Social Emotional Learning at Queen Anne Elementary
Currently, QAE has several small SEL programs, and an informal SEL culture. Some programs, such as Roots of Empathy, are better at teaching self-awareness and social awareness. Others, such as Kelso’s Choices, work on conflict resolution, a specific skill found in the relationship skills competencies. The PTSA has underwritten the programs, and has worked to place the programs strategically throughout the grades. The current small SEL programs are building the ground work for a larger, more formal SEL curriculum that Mr. Elliott and the teaching staff aim to implement.
In addition, QAE’s staff has trained in the Positive Discipline in the Classroom curriculum. The principal, teachers, and school counselor choose the Positive Discipline for its effectiveness, flexibility, and deep resources for SEL skill-building. Teachers have adopted the Classroom Meetings, Positive Time-out spaces, and Mistaken Goals techniques. They have also incorporated the PDC strategies of Kind but Firm, Focus on Solutions, Learn from Mistakes, and Connection Before Correction.
In the future, QAE may adopt a school-wide, “off-the-shelf” SEL curriculum. Mr. Elliott and the staff are researching programs, with the assistance of the SEL committee. However, it is important to note that SEL has been offered since QAE opened its doors. From the first day of school, teachers and staff have employed the SEL best practices of: connecting with each child as an individual; valuing and validating emotions; Monday Morning Meeting; cultivating compassionate citizenship and acts of empathy; and encouraging children to be decision-makers in their education. Indeed, a hallmark of the staff at QAE is that they value and promote a learning environment that is grounded in trusting and respectful relationships.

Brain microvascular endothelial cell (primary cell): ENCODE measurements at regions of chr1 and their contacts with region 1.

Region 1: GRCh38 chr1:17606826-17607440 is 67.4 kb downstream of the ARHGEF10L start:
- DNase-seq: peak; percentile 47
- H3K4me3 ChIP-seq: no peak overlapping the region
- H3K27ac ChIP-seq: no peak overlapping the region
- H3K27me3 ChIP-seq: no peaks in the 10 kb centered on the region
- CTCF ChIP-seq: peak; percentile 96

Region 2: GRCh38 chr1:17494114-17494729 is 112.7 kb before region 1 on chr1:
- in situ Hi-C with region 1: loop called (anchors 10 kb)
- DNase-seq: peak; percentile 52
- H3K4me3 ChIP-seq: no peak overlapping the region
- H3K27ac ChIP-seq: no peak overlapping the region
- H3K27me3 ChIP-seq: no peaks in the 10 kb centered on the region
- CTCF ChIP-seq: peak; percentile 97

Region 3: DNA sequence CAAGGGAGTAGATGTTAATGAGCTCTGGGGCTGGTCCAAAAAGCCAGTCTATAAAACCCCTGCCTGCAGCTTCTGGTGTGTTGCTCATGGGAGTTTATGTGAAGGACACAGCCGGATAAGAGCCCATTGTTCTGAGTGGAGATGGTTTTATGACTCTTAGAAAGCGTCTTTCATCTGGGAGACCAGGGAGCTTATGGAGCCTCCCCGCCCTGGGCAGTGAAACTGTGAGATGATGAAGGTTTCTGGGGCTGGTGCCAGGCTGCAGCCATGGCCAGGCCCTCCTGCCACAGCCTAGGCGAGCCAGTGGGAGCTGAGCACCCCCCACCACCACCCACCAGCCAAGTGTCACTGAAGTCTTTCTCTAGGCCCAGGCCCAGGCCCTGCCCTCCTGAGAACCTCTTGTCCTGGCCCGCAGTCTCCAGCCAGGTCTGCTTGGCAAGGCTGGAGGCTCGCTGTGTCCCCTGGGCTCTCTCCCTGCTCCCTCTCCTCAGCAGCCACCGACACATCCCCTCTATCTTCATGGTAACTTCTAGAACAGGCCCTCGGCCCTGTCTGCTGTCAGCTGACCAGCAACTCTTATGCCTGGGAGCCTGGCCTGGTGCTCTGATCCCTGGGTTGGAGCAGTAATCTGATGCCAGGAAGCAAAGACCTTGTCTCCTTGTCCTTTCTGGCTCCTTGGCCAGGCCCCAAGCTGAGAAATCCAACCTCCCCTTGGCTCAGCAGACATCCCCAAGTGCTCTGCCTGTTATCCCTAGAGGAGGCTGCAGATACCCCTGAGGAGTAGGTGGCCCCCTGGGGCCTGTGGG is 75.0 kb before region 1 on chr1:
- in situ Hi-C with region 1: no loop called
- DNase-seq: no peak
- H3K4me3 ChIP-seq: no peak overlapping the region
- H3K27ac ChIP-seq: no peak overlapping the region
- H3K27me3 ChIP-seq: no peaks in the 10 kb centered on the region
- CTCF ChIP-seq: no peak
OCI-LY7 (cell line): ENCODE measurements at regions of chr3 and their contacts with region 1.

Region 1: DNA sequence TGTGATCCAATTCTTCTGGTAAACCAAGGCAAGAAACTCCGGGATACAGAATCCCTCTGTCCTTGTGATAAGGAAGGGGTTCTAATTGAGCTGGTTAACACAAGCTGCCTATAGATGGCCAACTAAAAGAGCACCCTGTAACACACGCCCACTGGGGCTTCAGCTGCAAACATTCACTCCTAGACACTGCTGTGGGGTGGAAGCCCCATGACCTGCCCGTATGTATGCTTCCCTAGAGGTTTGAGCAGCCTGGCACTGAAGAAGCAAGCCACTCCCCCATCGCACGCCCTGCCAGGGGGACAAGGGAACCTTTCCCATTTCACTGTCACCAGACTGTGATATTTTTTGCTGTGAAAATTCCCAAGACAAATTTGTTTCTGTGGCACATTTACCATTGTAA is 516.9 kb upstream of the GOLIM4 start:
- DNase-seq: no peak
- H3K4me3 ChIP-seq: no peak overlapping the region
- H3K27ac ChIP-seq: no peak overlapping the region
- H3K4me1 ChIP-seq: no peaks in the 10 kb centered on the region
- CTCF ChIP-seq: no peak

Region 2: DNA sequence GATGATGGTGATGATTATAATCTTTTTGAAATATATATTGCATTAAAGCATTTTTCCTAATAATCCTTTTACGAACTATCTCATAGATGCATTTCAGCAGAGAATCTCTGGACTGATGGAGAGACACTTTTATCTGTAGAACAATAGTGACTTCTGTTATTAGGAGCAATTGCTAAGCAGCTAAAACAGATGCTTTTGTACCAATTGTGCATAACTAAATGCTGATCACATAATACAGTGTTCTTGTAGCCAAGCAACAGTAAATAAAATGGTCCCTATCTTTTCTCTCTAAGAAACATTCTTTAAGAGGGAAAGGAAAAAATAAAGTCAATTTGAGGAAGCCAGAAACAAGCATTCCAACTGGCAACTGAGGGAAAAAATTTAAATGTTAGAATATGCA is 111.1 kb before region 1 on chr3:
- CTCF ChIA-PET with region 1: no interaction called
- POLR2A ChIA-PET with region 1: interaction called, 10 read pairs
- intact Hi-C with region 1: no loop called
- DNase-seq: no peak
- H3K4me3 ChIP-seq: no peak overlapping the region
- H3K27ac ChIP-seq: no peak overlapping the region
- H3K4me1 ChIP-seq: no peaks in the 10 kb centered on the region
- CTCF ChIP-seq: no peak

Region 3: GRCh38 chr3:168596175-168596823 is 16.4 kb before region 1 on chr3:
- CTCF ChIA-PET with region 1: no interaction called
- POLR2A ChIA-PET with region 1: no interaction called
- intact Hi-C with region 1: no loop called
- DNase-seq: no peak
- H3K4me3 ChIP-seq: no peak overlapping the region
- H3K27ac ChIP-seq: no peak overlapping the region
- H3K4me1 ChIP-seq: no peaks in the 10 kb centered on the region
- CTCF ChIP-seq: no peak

SEL Programs in 2012-2013
Currently, there are several SEL programs for students that take place during school hours.
Positive Discipline in the Classroom - (All Grades) - Developed by the nationally acclaimed author Dr. Jane Nelson, the Positive Discipline in the Classroom program teaches important social and life skills, and is designed to teach young people to become responsible, respectful, and resourceful members of their communities.
Key components of the program are:
- Creates a classroom climate that enhances academic learning
- Uses encouragement rather than praise and rewards
- Instills valuable social skills and positive behavior through the use of class meetings
- Promotes the understanding of the motivation for students' behavior instead of looking for causes
Characterworks - (4th Grade) - The curriculum was designed by long-time educator and Queen Anne resident Beaven Walters. Characterworks encourages students in their social and emotional growth by utilizing the performing arts as a primary tool. Prior to the beginning of the program, Ms. Walters meets with the classroom teacher(s), and they select a theme that the children will explore, such as conflict resolution.